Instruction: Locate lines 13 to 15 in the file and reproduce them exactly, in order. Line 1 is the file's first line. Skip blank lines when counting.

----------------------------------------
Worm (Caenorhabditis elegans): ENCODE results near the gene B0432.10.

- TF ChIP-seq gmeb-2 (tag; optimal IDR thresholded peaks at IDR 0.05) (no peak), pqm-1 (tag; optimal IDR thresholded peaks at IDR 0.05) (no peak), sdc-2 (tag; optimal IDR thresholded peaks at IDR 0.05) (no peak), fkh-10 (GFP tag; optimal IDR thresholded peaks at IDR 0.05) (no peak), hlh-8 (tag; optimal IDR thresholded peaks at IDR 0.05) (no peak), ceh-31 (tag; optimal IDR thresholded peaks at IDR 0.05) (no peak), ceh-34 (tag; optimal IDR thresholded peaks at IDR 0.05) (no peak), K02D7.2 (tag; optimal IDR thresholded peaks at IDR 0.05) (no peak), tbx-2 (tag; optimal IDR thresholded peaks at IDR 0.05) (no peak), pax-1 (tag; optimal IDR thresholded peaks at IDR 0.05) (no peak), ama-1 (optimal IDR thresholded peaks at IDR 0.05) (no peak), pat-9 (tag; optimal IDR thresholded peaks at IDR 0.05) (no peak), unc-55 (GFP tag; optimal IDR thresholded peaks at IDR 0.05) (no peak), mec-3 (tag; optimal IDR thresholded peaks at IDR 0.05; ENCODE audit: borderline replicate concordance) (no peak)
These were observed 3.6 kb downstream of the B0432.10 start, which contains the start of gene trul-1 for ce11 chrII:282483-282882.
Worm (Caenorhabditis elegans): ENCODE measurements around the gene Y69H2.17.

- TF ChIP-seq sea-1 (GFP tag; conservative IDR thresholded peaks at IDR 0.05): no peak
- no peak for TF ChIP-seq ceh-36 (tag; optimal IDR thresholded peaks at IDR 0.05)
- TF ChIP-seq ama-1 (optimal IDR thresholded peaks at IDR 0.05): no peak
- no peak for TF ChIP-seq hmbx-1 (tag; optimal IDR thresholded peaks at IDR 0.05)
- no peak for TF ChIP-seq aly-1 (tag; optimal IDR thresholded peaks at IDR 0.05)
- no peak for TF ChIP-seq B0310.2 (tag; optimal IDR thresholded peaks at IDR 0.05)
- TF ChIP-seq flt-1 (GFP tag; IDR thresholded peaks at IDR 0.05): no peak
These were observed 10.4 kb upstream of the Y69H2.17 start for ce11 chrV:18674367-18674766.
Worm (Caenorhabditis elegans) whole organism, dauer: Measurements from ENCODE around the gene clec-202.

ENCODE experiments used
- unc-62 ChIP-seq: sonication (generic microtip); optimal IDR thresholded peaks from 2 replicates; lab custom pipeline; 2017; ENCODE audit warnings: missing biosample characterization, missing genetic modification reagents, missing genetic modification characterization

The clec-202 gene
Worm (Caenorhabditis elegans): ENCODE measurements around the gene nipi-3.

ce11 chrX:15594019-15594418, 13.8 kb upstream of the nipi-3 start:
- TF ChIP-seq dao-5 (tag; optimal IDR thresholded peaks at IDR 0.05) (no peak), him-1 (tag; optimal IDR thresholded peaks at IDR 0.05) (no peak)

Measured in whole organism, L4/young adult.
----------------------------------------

Worm (Caenorhabditis elegans) whole organism, dauer: Measurements from ENCODE around the gene clec-202.

ENCODE experiments used
- unc-62 ChIP-seq: sonication (generic microtip); optimal IDR thresholded peaks from 2 replicates; lab custom pipeline; 2017; ENCODE audit warnings: missing biosample characterization, missing genetic modification reagents, missing genetic modification characterization